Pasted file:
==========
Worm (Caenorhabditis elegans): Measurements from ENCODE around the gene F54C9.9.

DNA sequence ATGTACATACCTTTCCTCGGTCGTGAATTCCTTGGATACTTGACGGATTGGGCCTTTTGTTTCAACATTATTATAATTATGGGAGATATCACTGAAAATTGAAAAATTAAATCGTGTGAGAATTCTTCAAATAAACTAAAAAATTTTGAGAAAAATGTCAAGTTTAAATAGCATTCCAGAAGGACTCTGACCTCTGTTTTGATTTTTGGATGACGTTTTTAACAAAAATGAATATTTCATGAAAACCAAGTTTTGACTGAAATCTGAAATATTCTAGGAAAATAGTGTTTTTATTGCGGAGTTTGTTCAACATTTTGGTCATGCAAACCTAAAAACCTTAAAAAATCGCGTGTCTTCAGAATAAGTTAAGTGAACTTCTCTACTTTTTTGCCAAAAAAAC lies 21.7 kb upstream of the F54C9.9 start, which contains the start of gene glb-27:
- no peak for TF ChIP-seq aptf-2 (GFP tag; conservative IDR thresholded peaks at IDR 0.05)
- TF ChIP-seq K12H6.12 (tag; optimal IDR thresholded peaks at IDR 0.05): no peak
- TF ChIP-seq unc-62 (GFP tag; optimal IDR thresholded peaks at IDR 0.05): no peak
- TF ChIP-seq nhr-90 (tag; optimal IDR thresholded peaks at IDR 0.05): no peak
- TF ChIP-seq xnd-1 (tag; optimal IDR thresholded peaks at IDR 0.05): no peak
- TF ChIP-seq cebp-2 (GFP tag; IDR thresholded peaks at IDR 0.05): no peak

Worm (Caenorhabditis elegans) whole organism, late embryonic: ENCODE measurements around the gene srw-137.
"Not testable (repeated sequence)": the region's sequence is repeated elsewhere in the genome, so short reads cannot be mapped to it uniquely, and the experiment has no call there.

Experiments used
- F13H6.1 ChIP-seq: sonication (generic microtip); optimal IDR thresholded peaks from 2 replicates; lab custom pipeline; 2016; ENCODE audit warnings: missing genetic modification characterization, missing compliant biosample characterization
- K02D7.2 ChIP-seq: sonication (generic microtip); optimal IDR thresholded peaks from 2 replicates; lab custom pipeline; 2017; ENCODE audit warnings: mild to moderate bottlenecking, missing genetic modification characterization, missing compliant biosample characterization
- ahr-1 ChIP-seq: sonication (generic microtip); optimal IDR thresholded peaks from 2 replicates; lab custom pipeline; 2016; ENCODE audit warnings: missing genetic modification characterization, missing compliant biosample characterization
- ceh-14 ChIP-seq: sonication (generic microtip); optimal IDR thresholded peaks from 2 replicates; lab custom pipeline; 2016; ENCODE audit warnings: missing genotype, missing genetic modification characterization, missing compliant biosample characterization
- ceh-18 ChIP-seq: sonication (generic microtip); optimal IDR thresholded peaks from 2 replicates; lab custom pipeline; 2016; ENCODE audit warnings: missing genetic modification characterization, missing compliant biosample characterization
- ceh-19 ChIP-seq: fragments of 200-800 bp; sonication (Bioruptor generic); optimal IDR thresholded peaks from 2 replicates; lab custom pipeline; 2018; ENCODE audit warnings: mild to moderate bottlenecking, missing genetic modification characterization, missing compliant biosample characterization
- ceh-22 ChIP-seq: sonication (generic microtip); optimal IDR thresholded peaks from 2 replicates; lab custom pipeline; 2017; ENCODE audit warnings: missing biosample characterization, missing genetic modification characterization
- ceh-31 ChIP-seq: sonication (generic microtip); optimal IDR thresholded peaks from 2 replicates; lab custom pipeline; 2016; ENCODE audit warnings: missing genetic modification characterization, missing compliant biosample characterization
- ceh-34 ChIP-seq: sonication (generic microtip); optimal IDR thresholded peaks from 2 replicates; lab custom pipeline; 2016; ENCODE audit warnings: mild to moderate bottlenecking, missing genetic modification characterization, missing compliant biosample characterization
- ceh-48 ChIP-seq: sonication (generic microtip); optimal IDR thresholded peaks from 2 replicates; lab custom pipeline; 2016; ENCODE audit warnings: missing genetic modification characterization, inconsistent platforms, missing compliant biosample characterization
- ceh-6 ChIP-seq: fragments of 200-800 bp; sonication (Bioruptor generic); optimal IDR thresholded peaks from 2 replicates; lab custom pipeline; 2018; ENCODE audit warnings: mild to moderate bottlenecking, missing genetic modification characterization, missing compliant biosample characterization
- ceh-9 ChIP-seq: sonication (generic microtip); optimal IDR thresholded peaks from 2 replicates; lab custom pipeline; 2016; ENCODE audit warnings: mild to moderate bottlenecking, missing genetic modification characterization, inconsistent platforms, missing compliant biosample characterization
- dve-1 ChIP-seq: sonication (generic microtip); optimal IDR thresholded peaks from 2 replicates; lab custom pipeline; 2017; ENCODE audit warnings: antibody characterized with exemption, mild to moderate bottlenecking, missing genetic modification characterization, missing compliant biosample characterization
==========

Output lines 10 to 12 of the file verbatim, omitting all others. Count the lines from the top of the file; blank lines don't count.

"Not testable (repeated sequence)": the region's sequence is repeated elsewhere in the genome, so short reads cannot be mapped to it uniquely, and the experiment has no call there.

Experiments used
- F13H6.1 ChIP-seq: sonication (generic microtip); optimal IDR thresholded peaks from 2 replicates; lab custom pipeline; 2016; ENCODE audit warnings: missing genetic modification characterization, missing compliant biosample characterization